Another spec that is worth a glance is that 480 MP/sec processing speed! That's high enough to handle any imaginable video mode, including uncompressed 4K 60p (just barely) , and more than fast enough to deal with the frame rate and resolution of the fastest pro DSLR. It almost smells of medium format aspirations to me (total guess). Even if it's not meant for medium format, it is fast enough for any POSSIBLE autofocus or other processing...

 

The only other tidbit we hadn't seen all over the place that turned up in the Fuji Guys video is that the tripod socket is correctly positioned! It's right under the sensor, centered both from front to back and side to side.

 

And then there's the mysterious flash! I dug through all of B&H's flash listings for other systems, trying to figure out what Fuji had rebranded - and I can't. Their overpriced Sunpak rebrands are rather obvious - the controls are exactly the same as the Sunpak model (except for the "retro" flash) and even the model number is often similar. I'm sure someone's making it for them, but it seems to be a custom job (I tried matching it to Sunpak, Metz, Phottix, Yongnuo and Bolt/Bower/Vivitar, without luck). Maybe it's a new model from one of those companies (one reason Fuji's version might be coming out in May), and we'll see a Canon or Nikon TTL version in April and say "oh, THAT's what the flash is"... Dpreview's pictures do reveal that it's made in China , which reduces the likelihood that it's actually made by Fuji - they make their higher end products in Japan, and a lot of midrange stuff in Thailand.

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in one of the reviews there were Full Well Capacity (18000e) and Read Noise (1e). With this, you can calculate the per pixel dynamic range the manufacturer states.  (I'd have to look for it - but it was one of those listed on the FR page) 

 

Of course, real life dynamic range will be different. But over 14stops is really impressive.

 

Cool, thanks! Here's hoping...

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Some really interesting thoughts on the sensor and dynamic range, and the camera in general.

 

Personally, when we get some RAW processing and samples, if the DR is state of the art for APS-C as speculated, and anywhere near the better FF models I'll be seriously interested. As important as the DR is how clean the shadows are, and to an extent how ISO-less the sensor is. On my A7rii I can expose for the highlights and pull up shadows to balance the exposure almost painlessly, a little like a friend of mine, who is a pro landscape photographer, now does on his D810. It really is extraordinary - shots which would previously have to be bracketed can now be achieved in one capture. If Fuji have matched that kind of performance with the new sensor that will be quite an achievement.

 

If the 'waxy' detail problem has been mitigated in RAW for LR too I'll definitely be in - I have some hope of this with the NR settings now going down to -4, which suggests you might be able to turn what I believe before was un-defeatable RAW NR off completely, but we shall see...

 

By the way, was it just me, or did anyone else think the 33mm frameline is pretty much a confirmation that the rumoured 33mm f/1.2 is more than a rumour now?

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In terms of the hugely faster processor, and the potential read speed of the sensor, yes, I feel the X-T2 will almost certainly have 4K video, and perhaps some other tricks. I'd be interested to see if it has that new 4.4K EVF which has been rumoured too.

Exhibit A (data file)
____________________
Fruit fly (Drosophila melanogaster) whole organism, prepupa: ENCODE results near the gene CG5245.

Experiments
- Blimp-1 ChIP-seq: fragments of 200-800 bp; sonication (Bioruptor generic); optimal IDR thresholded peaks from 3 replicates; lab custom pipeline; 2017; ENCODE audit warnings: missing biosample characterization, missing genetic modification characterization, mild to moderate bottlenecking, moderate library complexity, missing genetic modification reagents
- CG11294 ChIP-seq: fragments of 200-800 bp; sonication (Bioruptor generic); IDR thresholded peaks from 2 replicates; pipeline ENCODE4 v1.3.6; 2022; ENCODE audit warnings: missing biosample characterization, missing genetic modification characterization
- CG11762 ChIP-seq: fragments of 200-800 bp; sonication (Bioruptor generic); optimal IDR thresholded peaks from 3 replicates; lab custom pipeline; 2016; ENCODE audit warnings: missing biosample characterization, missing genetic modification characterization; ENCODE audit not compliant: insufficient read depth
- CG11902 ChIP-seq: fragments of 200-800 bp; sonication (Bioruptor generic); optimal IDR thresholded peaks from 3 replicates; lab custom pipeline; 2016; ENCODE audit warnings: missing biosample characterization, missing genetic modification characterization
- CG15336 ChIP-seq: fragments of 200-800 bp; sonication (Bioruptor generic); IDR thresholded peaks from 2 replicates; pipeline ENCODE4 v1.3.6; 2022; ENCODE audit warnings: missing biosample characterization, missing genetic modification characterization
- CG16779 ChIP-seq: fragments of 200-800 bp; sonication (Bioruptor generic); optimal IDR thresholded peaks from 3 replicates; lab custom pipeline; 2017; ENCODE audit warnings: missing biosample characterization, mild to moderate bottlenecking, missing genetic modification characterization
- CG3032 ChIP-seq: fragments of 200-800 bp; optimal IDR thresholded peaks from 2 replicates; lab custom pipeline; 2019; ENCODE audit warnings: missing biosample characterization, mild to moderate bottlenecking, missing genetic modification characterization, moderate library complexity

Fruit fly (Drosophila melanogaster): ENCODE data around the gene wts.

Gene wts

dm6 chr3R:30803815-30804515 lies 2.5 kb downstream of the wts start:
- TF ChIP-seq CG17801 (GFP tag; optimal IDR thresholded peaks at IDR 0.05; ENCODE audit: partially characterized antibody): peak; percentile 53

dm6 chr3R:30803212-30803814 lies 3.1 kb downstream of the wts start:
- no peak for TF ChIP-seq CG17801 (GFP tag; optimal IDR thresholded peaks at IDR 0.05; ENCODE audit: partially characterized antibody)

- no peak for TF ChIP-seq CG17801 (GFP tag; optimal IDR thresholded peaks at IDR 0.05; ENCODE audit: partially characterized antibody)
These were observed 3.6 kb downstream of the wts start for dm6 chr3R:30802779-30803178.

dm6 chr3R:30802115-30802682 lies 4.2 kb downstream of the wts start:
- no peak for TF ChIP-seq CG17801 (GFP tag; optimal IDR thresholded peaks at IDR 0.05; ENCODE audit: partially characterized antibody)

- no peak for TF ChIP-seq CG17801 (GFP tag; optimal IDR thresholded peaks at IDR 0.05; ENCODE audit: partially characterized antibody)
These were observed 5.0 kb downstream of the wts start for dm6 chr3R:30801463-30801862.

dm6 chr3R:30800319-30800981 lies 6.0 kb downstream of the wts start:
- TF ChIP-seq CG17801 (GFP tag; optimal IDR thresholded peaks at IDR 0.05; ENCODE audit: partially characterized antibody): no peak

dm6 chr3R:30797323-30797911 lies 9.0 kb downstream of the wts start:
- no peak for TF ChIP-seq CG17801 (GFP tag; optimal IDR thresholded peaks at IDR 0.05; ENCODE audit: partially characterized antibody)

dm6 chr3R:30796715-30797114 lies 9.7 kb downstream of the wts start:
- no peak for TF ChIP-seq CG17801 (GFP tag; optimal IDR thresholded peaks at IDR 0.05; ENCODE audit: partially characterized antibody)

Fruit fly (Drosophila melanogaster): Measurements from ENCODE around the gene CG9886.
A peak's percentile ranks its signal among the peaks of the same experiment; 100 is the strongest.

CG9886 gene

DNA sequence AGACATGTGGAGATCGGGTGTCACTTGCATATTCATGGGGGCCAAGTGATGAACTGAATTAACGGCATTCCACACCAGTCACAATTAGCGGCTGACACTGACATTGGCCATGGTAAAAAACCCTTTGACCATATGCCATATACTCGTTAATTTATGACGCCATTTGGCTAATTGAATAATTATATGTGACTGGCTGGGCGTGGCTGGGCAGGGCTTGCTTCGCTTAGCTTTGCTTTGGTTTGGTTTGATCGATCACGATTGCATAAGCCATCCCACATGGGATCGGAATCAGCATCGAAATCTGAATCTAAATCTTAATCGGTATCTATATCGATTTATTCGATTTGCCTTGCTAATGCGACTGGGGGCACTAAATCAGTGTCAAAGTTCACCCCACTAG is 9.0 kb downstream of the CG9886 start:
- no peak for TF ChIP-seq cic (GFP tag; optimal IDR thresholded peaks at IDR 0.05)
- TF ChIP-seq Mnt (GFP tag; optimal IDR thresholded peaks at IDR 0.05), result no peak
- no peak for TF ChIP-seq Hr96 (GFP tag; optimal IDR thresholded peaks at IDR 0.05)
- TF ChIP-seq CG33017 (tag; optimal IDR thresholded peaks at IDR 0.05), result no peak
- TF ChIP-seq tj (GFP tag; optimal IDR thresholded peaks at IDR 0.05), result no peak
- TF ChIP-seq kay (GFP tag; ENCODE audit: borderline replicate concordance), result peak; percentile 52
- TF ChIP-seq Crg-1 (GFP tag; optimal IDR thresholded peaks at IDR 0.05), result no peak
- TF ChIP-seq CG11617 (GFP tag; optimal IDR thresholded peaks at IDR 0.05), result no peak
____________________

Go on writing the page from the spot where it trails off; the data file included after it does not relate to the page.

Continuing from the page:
IF the new sensor is fantastic, I'm getting close to the point I could switch completely to Fuji in the near future. An X-T2 with 4K, and especially if it had IBIS (I shoot primes, so none of my lenses are stabilised) would probably do it. Very exciting. Since Fuji's lens lineup is quite complete in terms of FL range, it would be lovely to see the whole range updated to the latest AF motors, weather sealing, etc., even if not optically.

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Well, in the end, I think we should be somewhat thankful that Sony spun off its sensor division. There are 3 things to watch now. What is the successor to the Sony a6000 going to look like? What will Nikon release with its rumored mirrorless offering? And what will the X-T2 look like? No matter what I will be getting the X-T2 but it will be interesting to see how Sony advances it's sensor technology within competing lines. What appears to me now is that if you look at Sony and their relationship with each company they have had deals with is that their relationship with Fuji is somewhat special. Instead of simply being sold a sensor and relying on internal dsp's, it seems there is some level of true innovation going on. Sony truly pioneered the concept of mirrorless and this has probably been their strategy all along and if you really think about it from a business standpoint, it makes perfect sense. Sony doesn't have to worry that it's internals will die inside of their own product line...it can live outside of it as well. This in effect shields Sony from any immediate market trends.

 

The last random thought I have is this; based on what I've been reading over the past year, a certain company is poised to come to market with a mirrorless offering that could lay waste to the entire landscape and really put pressure on Canon and Nikon. That company is Sigma. Sigmas Art line of lens offerings have been KILLING it lately. But it's almost as if everyone has forgotten about their Foveon sensor line. If Sigma were able to partner with Sony...that could truly be a come out of nowhere surprise.